Newbie trying to engrave photos

Hi there,

I’ve just signed up to the forums and currently trailing the software before I purchase it. I have been using RD works for cutting and general scanning and I tried to scan an image onto a test piece of wood which didn’t really look anything like the photo…

However, I have recently tried to scan an image onto the same piece of test wood and again, doesn’t look anything like the photo.

I have a Ruida RD6442s controller with an 80W tube.

I am trying to engrave a black and white photo but unsure on what the best settings would be; does anyone have a set of initial settings i could try and to then maybe optimise for different materials? Any help would be greatly appreciated!

Thanks in advance!

Try this as a starting point:

Open your image, resize it to the output size. Select the image, right click, and choose ‘Show Properties’. In the Shape Properties window, set the following values:

Gamma: 0.7
Contrast: 5
Brightness: -3
Enhance radius: 4
Enhance amount: 400

Then, in the image layer settings, set the speed to 200 and the power to 14%, Stucki, and leave everything else as defaults (254 DPI).

Try that as a starting point and see what you get.

1 Like

Perfect thank you, Oz.

With regards to the power, is that max or min power?

Also what do you mean by Stucki? What image mode would also be best? I watched a few videos and was inclined to go greyscale? What is your preferred image mode?

Thanks for your input so far!

Stucki is the suggested image mode. Grayscale is the most challenging image mode to dial the settings in so be aware of that. Additionally, when using grayscale, CO2 lasers tend to vaporize the material creating depth or 3D to the cut, verse just changing the color of the material like a less powerful diode-based laser systems.

Perfect thank you!

I’ll give it a try and post up the results

Heres the results of the initial trial. Looking so much better than the originals i completed so thanks for the help so far!

I tried it on cardboard but will be engraving onto a wooden box.

Speed/Power:
Speed:- 200mm/s
Max Power:- 20%
Min Power:- 3%

Image properties:-
Gamma: 0.7
Contrast: 5
Brightness: -3
Enhance radius: 4
Enhance amount: 400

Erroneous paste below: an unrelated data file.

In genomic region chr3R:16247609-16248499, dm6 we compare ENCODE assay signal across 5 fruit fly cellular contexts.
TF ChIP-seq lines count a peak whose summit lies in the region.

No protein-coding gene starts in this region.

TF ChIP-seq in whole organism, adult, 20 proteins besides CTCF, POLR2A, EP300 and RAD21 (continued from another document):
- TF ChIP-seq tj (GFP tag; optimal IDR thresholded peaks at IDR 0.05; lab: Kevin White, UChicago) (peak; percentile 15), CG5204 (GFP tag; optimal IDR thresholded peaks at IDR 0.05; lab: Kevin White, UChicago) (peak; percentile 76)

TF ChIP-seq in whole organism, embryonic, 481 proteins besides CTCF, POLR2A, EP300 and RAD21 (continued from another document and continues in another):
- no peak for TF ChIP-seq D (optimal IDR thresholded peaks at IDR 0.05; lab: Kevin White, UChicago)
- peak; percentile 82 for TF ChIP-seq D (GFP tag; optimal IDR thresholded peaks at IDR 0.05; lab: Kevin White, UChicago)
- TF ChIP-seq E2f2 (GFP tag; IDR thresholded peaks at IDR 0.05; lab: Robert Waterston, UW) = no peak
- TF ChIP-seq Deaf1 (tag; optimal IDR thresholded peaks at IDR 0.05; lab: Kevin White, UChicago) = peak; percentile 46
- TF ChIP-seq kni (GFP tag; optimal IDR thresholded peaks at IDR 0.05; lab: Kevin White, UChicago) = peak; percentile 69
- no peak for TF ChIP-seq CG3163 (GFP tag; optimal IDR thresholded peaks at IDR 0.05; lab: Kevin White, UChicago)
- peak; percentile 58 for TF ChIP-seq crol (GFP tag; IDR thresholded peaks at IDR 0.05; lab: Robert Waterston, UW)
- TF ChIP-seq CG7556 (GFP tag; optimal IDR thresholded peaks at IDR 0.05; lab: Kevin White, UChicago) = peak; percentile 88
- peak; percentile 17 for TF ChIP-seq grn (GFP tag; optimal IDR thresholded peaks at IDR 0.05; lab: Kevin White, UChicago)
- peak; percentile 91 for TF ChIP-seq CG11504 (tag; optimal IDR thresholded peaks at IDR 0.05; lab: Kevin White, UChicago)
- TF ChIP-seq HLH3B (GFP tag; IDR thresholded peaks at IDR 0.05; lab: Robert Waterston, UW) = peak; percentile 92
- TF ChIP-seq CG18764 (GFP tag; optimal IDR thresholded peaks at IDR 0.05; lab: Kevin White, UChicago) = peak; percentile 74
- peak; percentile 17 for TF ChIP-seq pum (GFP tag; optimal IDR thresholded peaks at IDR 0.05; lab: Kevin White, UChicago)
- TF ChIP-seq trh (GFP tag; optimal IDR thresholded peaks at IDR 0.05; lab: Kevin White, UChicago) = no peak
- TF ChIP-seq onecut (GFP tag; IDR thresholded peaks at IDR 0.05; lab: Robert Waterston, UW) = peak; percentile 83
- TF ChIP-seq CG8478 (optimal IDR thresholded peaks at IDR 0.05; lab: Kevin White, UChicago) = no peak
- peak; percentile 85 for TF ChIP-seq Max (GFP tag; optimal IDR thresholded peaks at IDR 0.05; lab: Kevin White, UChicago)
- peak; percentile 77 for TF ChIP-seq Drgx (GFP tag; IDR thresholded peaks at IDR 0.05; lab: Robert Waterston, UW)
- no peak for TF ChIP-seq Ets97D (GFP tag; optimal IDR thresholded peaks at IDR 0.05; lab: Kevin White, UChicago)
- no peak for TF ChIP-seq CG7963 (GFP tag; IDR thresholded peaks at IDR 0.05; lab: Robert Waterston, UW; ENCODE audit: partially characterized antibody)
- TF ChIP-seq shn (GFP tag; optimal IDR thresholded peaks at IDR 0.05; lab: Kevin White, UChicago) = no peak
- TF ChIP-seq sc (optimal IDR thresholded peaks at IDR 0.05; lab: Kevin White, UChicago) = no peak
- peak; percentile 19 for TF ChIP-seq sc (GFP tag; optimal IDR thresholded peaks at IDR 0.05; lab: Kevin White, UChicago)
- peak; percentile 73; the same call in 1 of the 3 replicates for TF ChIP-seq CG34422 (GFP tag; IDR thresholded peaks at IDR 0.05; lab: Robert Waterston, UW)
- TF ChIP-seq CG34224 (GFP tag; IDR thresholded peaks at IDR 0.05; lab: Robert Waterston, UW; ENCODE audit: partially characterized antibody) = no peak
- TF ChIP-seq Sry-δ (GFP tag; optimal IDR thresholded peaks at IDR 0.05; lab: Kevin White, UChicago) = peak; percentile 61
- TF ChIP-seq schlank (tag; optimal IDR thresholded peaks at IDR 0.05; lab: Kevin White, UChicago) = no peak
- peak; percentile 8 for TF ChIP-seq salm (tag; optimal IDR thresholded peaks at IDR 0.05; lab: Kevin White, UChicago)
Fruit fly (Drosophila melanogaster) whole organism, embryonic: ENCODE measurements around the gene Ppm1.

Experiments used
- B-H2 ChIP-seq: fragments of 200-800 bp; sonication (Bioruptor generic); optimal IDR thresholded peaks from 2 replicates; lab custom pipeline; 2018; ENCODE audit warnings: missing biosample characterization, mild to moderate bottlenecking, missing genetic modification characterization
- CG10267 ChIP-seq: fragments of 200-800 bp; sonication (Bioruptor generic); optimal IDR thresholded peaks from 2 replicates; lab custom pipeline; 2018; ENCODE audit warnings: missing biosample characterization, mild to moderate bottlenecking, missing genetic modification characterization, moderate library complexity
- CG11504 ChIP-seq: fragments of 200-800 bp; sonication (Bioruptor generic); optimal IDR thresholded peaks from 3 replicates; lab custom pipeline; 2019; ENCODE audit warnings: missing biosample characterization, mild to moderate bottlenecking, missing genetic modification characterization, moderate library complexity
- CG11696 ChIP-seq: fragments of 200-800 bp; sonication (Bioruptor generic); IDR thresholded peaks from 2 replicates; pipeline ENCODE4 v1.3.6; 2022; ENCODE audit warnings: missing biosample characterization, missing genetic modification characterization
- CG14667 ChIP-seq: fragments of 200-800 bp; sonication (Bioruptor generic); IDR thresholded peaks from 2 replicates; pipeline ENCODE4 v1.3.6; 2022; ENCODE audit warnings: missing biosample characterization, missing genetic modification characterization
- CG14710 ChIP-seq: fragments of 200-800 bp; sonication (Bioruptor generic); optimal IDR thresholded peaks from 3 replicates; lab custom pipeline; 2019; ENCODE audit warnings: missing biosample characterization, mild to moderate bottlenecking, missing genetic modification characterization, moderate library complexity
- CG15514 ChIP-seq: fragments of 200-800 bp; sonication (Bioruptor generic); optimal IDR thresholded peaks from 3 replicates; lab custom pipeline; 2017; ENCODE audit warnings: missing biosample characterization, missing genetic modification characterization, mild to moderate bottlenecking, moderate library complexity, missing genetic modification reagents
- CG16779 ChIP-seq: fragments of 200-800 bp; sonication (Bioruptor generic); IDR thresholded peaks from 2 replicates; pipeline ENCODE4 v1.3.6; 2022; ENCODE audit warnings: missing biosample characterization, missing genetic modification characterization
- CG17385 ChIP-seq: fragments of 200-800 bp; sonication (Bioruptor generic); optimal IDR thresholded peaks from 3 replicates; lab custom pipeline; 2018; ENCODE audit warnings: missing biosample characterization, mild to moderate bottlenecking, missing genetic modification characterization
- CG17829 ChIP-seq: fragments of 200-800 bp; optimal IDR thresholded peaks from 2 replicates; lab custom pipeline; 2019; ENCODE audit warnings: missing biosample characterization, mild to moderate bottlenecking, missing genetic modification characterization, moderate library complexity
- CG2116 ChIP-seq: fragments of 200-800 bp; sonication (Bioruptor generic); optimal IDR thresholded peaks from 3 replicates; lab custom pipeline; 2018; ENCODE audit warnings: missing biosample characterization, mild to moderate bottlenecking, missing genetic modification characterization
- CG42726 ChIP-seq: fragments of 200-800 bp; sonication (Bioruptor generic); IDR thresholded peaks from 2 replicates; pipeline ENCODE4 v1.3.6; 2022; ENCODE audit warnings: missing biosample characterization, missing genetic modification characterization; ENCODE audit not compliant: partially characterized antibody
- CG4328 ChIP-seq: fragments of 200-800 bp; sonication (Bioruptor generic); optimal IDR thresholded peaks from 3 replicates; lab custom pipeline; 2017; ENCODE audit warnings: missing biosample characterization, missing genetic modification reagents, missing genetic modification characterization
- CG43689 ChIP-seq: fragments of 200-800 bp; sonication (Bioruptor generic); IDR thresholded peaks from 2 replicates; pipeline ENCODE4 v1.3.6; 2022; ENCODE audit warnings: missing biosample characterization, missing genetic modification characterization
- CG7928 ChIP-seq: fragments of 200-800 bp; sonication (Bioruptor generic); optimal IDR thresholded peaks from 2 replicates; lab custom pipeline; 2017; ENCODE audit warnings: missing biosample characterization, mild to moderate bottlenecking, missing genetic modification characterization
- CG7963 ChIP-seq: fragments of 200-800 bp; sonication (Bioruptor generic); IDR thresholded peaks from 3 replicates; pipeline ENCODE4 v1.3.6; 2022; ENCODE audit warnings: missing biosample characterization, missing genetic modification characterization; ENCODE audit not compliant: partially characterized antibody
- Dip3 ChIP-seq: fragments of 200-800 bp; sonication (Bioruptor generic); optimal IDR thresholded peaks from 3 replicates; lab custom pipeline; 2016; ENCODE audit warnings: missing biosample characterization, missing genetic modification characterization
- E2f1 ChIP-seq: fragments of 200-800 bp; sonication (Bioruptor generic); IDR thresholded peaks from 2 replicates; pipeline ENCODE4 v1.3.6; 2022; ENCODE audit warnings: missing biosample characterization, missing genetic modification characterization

Then, in the image layer settings, set the speed to 200 and the power to 14%, Stucki, and leave everything else as defaults (254 DPI).

Would anyone say the settings could be tweaked to produce a better result?

Thanks in advance,
Carl.

The best thing you can do is actually test on your desired material. Settings for cardboard will be different than for other material. Different types of wood will need different settings too, so don’t practice on pine for a burn on alder - it won’t really help.

Min Power is ignored when dithering, so set it the same as Max Power.

just had a play on the actually box (got another spare).

I think the text looks fine? Settings are:-

However, the image looks a bit bad? I’m not sure what settings to change but here are the settings:-

Any help would be great!

Kind regards,
Carl.

The image itself has relatively low contrast (there are very few true black or white areas), so increasing that might help. What is the wood? The grain is clearly burning much darker than the rest, so that’s going to be troublesome.

Is it Paulownia (Kiri wood in Japan) by chance? Looks very similar. Paulownia | The Wood Database - Lumber Identification (Hardwood)

I just bought a couple of them from Amazon, unfortunately the item description doesn’t exactly specify what wood it is!

I had adjusted the image properties to the following:-

Image properties:-
Gamma: 0.7
Contrast: 5
Brightness: -3
Enhance radius: 4
Enhance amount: 400

any recommendations? only got 9 days remaining on my trial :laughing:

… boxes, - I just made three pieces of MDF to wrap some dinosaur puzzles for my nieces’ children. The nice thing is that I can decide the size and appearance myself and of course it’s fun to make them.

those are soooo cool :+1:

Thank you, the kids love the dinosaur, putting them together in good company and they love all the boxes I make for them. It is very comfortable to work with MDF and HDF because the structure is much more uniform like plywood. For surface treatment I use beeswax, it smells nice and gives the material a warm and soft and a bit old-fashioned look.

They do look like an excellent way to gift wrap a present.(actually 2 gifts in one)
Shame i can’t do them myself yet, looking into buying a co2 laser so hopefully give them a try in a month or so… :grin:

Have you already decided which machine it should be.?

no not yet, didn’t realise there were so many.
Been looking at used machines too but here one day gone the next. :thinking:

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